The present invention relates to an evaporated fuel gas adsorbent an evaporated fuel gas trapping apparatus, activated carbon (also termed “active carbon”), and a process for producing the activated carbon. More particularly, the present invention relates to an evaporated fuel gas adsorbent which comprises latent heat storage mediums including containers each of which is made of a flexible film and in each of which a substance that absorbs or releases heat in response to a phase change, relates to an evaporated fuel gas trapping apparatus using the evaporated fuel gas adsorbent, relates to an activated carbon suitable for the evaporated fuel gas adsorbent, that is 1000 to 2500 m2/g in the specific surface area calculated by the BET method (multipoint method), that is 120 cm−1 or less in the half-value width of a D-band peak in the vicinity of 1360 cm−1 in Raman spectroscopic analysis, and that is 100 cm−1 or less in the half-value width of a G-band peak in the vicinity of 1580 cm−1 in Raman spectroscopic analysis, and relates to a process for producing the activated carbon.

2. Description of the Related Art

Activated carbon has excellent adsorbability and hence has been conventionally and widely used to achieve various purposes of use, such as removal of a bad smell, removal of impurities in a liquid, and collection or removal of solvent vapors. In recent years, an issue concerning automobile exhaust emissions and a measure for an improvement in gas mileage have been highlighted, and, from the viewpoint of global environmental protection, various pollution-prevention plans have been carried out for the operations of vehicles. As part of such measures, a porous adsorptive material, such as activated carbon, has been used as an evaporated fuel gas adsorbent. In more detail, a general-purpose vehicle is equipped with an evaporated-fuel-gas processing apparatus in which activated carbon is allowed to adsorb evaporated fuel gas generated from a fuel retaining chamber, such as a fuel tank or a float chamber of a vaporizer, during the traveling and stopping of the vehicle, and then the adsorbed evaporated fuel gas is desorbed by external air drawn thereinto during the traveling of the vehicle, and is sent to an engine intake pipe for combustion treatment.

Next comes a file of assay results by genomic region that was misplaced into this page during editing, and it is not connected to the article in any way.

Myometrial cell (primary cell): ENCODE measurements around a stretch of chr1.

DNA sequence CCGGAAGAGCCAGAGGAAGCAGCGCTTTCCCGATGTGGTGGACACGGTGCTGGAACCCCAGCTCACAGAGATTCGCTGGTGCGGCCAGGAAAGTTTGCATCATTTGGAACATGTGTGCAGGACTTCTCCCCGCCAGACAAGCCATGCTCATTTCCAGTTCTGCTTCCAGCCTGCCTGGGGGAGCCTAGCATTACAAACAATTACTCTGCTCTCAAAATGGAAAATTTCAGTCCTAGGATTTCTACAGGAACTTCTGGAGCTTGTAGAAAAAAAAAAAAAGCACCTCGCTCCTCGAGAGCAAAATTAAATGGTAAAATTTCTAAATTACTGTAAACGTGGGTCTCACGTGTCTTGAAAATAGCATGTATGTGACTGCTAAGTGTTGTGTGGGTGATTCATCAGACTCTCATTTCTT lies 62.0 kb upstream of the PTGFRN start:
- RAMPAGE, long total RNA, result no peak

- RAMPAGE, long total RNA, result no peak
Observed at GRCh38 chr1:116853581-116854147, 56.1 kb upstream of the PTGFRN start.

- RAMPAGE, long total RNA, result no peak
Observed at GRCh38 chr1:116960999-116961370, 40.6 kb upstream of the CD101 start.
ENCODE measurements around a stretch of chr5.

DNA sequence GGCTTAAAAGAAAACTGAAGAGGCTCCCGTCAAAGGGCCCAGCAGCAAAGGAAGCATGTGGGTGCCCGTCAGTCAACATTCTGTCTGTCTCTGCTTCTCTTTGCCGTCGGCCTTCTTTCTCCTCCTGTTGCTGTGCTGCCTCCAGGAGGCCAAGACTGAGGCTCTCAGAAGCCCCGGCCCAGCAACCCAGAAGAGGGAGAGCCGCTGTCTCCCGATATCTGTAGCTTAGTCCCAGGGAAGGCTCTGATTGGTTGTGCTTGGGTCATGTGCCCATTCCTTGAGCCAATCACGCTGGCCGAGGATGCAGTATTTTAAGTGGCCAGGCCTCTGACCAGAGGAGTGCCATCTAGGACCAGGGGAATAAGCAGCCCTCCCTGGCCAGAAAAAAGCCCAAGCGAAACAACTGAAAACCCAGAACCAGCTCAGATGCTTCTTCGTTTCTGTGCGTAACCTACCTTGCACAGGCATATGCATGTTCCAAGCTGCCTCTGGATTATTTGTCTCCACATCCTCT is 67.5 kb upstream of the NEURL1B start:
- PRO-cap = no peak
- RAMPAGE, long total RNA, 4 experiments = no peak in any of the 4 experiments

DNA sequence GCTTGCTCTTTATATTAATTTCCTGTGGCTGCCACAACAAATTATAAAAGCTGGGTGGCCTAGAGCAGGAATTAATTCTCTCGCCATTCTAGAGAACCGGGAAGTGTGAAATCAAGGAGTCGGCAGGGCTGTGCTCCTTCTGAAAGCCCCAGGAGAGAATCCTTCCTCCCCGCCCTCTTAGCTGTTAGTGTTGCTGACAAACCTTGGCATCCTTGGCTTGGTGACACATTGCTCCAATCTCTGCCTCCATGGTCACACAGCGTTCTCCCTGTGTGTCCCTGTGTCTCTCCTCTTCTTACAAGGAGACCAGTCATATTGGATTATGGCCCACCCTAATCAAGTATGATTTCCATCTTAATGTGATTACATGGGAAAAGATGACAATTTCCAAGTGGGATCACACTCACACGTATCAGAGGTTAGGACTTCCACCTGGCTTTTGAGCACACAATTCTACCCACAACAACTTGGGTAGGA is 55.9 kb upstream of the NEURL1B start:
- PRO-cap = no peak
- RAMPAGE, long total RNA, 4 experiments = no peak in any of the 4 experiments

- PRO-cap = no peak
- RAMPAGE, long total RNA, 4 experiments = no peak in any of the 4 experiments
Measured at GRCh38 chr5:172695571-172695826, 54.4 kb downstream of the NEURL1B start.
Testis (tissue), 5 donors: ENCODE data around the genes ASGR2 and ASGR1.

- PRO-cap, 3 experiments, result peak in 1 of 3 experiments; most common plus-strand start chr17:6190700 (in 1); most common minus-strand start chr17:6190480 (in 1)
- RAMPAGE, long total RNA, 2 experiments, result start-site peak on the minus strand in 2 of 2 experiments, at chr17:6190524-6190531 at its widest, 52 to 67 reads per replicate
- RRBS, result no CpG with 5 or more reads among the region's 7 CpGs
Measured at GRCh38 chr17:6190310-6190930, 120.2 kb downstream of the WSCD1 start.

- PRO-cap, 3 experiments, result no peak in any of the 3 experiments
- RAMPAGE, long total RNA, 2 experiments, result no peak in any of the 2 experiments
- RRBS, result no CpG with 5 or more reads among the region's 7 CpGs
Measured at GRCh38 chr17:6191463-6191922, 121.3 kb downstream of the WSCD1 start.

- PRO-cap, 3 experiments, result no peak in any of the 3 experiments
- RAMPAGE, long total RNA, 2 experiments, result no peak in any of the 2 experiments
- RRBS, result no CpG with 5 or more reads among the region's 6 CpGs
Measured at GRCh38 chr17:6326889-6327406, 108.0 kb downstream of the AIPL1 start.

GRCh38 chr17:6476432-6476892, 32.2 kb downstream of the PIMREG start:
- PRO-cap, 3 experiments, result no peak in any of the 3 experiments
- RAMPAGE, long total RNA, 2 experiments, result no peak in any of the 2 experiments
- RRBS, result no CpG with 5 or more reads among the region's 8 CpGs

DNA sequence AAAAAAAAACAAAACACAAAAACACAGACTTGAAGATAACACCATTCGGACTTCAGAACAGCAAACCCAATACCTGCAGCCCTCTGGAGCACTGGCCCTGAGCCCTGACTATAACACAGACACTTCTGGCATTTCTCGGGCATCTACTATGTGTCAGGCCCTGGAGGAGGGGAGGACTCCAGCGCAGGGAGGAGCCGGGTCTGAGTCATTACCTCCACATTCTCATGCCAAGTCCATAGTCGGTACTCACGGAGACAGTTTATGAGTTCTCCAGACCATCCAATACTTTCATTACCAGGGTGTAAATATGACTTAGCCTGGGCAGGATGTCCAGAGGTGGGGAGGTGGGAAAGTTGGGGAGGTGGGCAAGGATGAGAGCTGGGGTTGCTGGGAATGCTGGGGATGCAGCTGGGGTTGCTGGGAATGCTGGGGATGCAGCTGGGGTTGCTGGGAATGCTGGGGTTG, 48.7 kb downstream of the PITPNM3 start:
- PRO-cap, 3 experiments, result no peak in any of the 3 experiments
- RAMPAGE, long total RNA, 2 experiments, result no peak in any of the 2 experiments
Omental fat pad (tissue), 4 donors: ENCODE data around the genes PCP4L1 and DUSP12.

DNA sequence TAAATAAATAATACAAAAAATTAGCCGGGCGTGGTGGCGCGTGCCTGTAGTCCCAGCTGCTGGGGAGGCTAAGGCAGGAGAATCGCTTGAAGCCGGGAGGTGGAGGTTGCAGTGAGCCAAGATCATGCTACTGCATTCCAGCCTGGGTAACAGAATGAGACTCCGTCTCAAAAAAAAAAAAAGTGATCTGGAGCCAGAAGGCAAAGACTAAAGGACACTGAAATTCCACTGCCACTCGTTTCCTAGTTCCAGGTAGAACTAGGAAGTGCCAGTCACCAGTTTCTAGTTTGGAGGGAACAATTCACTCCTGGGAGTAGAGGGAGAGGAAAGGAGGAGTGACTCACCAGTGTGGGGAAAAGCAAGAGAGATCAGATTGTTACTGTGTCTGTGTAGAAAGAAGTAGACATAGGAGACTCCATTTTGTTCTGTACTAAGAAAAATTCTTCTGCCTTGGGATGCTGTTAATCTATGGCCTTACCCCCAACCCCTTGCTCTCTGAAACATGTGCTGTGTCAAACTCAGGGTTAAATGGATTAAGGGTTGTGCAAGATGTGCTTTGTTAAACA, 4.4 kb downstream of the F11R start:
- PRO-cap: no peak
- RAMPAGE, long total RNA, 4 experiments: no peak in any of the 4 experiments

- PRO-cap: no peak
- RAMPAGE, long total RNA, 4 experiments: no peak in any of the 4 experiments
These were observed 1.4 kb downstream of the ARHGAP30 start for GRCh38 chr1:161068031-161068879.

This evaporated-fuel-gas processing apparatus is called a “canister”, in which a gasoline vapor evaporated from a fuel tank is adsorbed by an adsorptive material, the adsorbed gasoline vapor is then desorbed by external air drawn thereinto during the running of an engine, and the desorbed gasoline vapor is introduced into an engine intake manifold, and is burnt in the engine.

However, the conventional canister has the following essential problems. In detail, the adsorbability of an adsorptive material that adsorbs evaporated fuel gas is improved in proportion to a fall in temperature of the adsorptive material, whereas the desorbability of the evaporated fuel gas from the adsorptive material is increased in proportion to a rise in temperature of the adsorptive material. However, since the adsorption of evaporated fuel gas to an adsorptive material is based on an exothermic reaction, the temperature of the adsorptive material is increased in accordance with the adsorption of the evaporated fuel gas, so that the adsorptivity exhibits a falling tendency. On the other hand, since the desorption of evaporated fuel gas from an adsorptive material is based on an endothermic reaction, the temperature of the adsorptive material is decreased in accordance with the desorption of the evaporated fuel gas, so that the desorptivity exhibits a falling tendency. Thus, if the adsorptive material is used to adsorb evaporated fuel gas in unchanged form, the adsorptivity and desorptivity of the adsorptive material cannot be fully displayed owing to the above-mentioned conflicting actions during adsorption and desorption. This is inefficient.